Dirge of Cerberus was first announced in September 2004, and was scheduled for release in Japan in 2005.[34] The game's official site went online in April 2005.[35] In May, Nomura stated that several snippets from the game would be revealed during that year's E3.[36] However, no demo was shown at E3, as the staff were still trying to fix some issues with the controls in the game.[2] In September, the beta test program was postponed indefinitely. Listed as 60% complete, the company stated if the beta test started with the game's current state, they would not be able to fully utilize the beta testers.[37]

The main character designer for the game, Tetsuya Nomura, had also worked on both Final Fantasy VII and Final Fantasy VII: Advent Children. The Tsviets were designed with the idea of creating a sense of balance for the warriors with which players would already be familiar; primarily Vincent, Cloud Strife and Sephiroth. Nomura initially had doubts when designing Shelke's ordinary clothes for the end of the game, but he felt it was important for her to appear out of uniform so as to indicate she was truly free from Deepground. The character of G was based on the Japanese singer and actor Gackt, who wrote and performed the two theme songs of the game, and voiced G in the Japanese-language version of the game.[32] Hideki Imaizumi, the producer of Crisis Core, liked the mysterious role of G so much, he decided to expand his character in that game.[33] The character of Lucrecia Crescent, who features briefly in an optional quest in the original game, was redesigned so as to give her a similar appearance to her son, Sephiroth, based on portraits from guidebooks and in fan-art. Reeve Tuesti was also redesigned, as he only appears briefly in the original game as himself rather than through Cait Sith.[32]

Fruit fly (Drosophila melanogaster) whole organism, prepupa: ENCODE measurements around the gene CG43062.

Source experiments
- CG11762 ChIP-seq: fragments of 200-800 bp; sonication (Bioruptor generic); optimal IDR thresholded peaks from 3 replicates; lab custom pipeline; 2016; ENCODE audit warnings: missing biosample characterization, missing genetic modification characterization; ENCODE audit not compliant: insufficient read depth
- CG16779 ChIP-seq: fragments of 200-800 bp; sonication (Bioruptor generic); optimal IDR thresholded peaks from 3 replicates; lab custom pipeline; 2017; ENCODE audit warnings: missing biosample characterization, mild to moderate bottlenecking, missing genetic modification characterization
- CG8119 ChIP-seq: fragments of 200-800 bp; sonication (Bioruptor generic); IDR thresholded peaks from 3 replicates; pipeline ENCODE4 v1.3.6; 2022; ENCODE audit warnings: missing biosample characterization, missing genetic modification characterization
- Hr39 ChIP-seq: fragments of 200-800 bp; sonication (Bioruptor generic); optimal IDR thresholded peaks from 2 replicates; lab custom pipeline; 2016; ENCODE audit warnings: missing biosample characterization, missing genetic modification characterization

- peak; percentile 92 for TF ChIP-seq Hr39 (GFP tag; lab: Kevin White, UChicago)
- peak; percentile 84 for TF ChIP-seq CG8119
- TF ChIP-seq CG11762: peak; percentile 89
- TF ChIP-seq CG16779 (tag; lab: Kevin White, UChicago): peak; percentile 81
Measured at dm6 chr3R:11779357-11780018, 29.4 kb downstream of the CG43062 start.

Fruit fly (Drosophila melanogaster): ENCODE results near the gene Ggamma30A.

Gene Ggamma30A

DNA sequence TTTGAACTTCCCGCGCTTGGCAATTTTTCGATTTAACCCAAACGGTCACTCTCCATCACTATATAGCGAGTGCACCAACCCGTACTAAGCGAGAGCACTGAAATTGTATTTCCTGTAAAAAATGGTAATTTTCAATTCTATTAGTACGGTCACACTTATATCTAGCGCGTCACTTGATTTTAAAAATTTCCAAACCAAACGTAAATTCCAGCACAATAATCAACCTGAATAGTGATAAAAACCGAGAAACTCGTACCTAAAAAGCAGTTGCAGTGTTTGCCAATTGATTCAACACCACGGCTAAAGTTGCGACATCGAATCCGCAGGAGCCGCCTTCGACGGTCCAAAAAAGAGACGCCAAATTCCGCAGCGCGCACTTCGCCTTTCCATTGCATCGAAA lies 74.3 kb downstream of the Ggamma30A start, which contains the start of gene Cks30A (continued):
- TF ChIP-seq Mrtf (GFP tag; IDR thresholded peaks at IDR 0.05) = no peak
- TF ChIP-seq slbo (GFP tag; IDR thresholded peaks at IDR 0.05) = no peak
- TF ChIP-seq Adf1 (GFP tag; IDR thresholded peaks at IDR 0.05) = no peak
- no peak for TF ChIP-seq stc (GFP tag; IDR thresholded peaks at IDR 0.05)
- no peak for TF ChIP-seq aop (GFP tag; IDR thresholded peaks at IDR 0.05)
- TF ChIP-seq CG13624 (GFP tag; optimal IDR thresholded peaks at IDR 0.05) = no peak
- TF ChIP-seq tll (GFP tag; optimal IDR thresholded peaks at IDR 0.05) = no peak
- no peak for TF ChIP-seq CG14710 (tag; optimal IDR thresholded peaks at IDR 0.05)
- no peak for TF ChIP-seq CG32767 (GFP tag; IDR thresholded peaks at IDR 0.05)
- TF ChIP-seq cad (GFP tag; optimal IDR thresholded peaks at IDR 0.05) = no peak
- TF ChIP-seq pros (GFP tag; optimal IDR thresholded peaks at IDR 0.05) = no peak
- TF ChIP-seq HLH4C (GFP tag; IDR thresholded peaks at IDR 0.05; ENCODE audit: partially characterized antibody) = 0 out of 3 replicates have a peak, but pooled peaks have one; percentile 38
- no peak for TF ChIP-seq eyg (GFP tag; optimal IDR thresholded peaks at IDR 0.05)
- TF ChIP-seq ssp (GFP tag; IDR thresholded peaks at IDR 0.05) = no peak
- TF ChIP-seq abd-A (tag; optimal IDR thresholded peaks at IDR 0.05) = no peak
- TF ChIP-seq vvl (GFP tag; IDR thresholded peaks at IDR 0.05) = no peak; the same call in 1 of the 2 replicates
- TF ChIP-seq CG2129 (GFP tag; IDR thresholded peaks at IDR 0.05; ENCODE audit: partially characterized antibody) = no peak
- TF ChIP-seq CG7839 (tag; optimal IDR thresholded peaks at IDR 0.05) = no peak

Vincent was chosen as the game's protagonist due to the scope for expanding his backstory, which was left very vague in Final Fantasy VII. The fact that his main weapon was a gun also worked into the team's desire to create a more action-oriented game. Prior to the solidification of the Compilation of Final Fantasy VII, the development team originally considered using other gunfighter characters from the Final Fantasy series, such as Final Fantasy VII‍ '​s Barret Wallace, Final Fantasy VIII‍ '​s Irvine Kinneas or Final Fantasy X-2‍ '​s Yuna. However, after the release of Before Crisis and Advent Children, and with the expansion of the Final Fantasy VII mythos, they settled on Vincent.[32]

When Final Fantasy VII: Advent Children began development, the Square Enix staff agreed that one title from Compilation of Final Fantasy VII was not enough to cover the entire world, and so Before Crisis: Final Fantasy VII, Dirge of Cerberus and Crisis Core: Final Fantasy VII were conceived so as to embrace more aspects.[29] With no official word from Square on the genre of the game, many publications and gamers speculated that it would be an action game similar to the Devil May Cry series. In 2004, however, character designer Tetsuya Nomura denied this, and stated that the genre would surprise gamers.[30] Producer Yoshinori Kitase decided the title to be a shooting game based on his love for first-person shooters and the challenge provided for the developers that would eventually improve their skills. He said that role-playing elements were added as the design work on pure action games was less appealing to developers.[2][31]